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downlowkey

3+ before 25 over the past 30 = 11

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I'm no math whiz but that equation looks wonky and until roughly 3:00 PM EST, Sunday 8/26/18 the answer was actually "10".

 

But after grinding out a final round (-2) 69 at The Northern Trust, Bryson Dechambeau turned it up to "Eleven" and joined the following list of professional golfers that have won 3 or more PGA Tour events before their 25th birthday over the past 30 years: Phil, Tiger, A. Scott, Sergio, A.K., Rory, Spieth, JT, Hideki, P. Reed.

 

Of the 11 names currently occupying this list, only 3 have yet to claim a major title: A.K. - this mystery deserves further study; Hideki - it's only a matter of time; Dechambeau - the subject of this thread...

 

Alright, I've thrown enough historical numbers at you. Let's focus the rest of this discussion on the "Mad Scientist". Love him or hate him (I personally fall somewhere in the middle), this man is playing a different game than the rest of the tour; and quirky as it may be, the stats are getting harder to ignore.

 

FedEx Cup Rank: 1

OWGR: 11 (how serendipitous)

2018 Cuts - PGA Tour : 19/23 (technically adjusted for injury related WDs 21/23)

Total Strokes Gained: 5th

 

B.A.D. has been making history since his college tenure (5th player to hold both NCAA Championship and U.S. Amateur in the same year - Nicklaus, Woods, Phil, R. Moore) and upon turning Pro in 2016, seems hell bent on elevating his game to equally rarefied professional ranks.

 

But how is he really getting it done? This question is the heart of the matter and what I find so intriguing. During interviews he exhibits a supreme (to the point of annoyance) confidence but just last month cameras captured the driving range meltdown reminiscent of a weekend hacker. The foundation of his game champions accuracy over length but coming down the stretch we have seen the swing science go awry with some shots that are absolutely off the map. It's now clear that the protractor wasn't his sole trump card.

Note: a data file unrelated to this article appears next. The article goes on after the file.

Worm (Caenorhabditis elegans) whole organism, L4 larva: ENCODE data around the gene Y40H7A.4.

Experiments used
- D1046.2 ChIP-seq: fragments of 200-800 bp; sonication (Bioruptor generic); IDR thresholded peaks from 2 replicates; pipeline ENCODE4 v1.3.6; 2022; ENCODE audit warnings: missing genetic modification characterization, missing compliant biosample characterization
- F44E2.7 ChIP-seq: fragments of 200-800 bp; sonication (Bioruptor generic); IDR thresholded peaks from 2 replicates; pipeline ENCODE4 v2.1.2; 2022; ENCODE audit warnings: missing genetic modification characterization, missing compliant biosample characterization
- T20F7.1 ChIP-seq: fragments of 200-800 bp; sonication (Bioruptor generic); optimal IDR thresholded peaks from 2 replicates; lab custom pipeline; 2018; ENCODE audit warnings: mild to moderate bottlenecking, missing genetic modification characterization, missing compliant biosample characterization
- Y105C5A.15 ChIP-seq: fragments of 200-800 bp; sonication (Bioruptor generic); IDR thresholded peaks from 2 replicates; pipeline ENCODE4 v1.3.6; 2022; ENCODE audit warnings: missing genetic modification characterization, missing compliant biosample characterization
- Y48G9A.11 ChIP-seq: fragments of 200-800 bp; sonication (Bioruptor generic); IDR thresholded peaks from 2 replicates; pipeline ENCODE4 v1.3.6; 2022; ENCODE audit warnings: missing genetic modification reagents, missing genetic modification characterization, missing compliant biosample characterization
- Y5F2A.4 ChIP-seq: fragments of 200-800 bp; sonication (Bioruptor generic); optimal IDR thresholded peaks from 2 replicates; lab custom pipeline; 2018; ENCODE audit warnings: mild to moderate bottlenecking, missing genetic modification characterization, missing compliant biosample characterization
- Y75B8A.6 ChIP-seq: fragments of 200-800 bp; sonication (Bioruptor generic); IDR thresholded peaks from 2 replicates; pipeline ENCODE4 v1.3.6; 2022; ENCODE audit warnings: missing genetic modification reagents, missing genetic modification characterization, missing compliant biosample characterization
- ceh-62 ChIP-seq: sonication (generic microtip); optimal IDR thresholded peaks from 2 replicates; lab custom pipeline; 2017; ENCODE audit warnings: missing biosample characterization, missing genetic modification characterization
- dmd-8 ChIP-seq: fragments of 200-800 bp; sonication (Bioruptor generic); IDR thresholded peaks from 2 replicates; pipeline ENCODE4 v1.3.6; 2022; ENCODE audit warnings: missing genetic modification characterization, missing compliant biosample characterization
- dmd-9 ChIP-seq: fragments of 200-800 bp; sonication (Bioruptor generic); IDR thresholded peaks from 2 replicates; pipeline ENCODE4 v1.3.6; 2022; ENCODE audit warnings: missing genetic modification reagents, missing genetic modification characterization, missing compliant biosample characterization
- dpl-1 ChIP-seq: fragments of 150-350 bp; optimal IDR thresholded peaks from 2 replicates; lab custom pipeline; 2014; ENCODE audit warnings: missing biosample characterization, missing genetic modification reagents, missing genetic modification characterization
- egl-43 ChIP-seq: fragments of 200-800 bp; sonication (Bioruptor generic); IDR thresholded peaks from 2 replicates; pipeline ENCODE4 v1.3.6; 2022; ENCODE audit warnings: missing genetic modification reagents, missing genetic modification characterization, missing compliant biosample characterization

So let's suss it out Spies...

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Don't know the inside game of any of the pros well enough to comment on the "How", but - do agree that Bryson is an interesting character, and that it will be also be interesting to see how his game / career continue to develop and evolve.

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I wonder if some of the awry shots have to do with his new F8+ driver being 2 degrees more upright compared to his old King LTD Pro.  :huh:

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I wonder if some of the awry shots have to do with his new F8+ driver being 2 degrees more upright compared to his old King LTD Pro.  :huh:

 

If that's indeed the case, I wonder how much further right his tee shot on 18 yesterday would have been with the flatter oriented LTD?

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Also does anyone else find it odd that Bryson doesn't use the One Length version of the Cobra King wedges??

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If that's indeed the case, I wonder how much further right his tee shot on 18 yesterday would have been with the flatter oriented LTD?

Per article from GolfDigest. "According to Cobra tour rep Ben Schomin, DeChambeau's previous driver, the company's LTD Pro model, had a flatter lie angle at 56 degrees. The F8+ has a 58-degree lie angle, and DeChambeau felt more comfortable with that, which makes sense given that his typical miss is to the right and a more upright lie angle can help mitigate that."